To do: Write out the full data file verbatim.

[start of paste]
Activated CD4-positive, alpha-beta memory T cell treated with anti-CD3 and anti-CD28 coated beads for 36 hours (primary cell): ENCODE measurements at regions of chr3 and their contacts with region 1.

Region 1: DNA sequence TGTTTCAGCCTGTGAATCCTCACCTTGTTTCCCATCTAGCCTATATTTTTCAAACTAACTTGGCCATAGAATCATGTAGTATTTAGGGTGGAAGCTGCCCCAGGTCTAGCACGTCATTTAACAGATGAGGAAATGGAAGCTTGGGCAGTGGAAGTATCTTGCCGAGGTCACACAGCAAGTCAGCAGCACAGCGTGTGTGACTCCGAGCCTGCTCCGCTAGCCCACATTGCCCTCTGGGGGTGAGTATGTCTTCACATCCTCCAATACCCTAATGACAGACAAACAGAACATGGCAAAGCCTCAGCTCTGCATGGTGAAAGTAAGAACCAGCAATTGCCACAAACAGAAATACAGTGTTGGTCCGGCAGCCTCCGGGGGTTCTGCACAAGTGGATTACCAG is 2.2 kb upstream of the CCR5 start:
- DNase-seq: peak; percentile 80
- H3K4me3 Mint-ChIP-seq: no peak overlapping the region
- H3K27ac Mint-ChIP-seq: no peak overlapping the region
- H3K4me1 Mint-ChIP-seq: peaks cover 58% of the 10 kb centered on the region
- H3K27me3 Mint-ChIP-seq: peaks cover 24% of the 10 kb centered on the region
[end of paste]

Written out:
Activated CD4-positive, alpha-beta memory T cell treated with anti-CD3 and anti-CD28 coated beads for 36 hours (primary cell): ENCODE measurements at regions of chr3 and their contacts with region 1.

Region 1: DNA sequence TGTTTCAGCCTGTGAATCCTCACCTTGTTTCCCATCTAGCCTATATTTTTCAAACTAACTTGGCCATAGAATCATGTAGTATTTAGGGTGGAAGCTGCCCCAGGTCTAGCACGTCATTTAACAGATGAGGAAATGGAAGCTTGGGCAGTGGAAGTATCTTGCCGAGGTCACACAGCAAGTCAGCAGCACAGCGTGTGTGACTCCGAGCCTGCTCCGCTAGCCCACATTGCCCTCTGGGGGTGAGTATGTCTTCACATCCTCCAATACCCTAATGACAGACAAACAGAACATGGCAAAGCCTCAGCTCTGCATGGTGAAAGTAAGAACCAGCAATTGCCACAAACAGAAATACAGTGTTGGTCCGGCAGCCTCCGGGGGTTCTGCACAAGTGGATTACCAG is 2.2 kb upstream of the CCR5 start:
- DNase-seq: peak; percentile 80
- H3K4me3 Mint-ChIP-seq: no peak overlapping the region
- H3K27ac Mint-ChIP-seq: no peak overlapping the region
- H3K4me1 Mint-ChIP-seq: peaks cover 58% of the 10 kb centered on the region
- H3K27me3 Mint-ChIP-seq: peaks cover 24% of the 10 kb centered on the region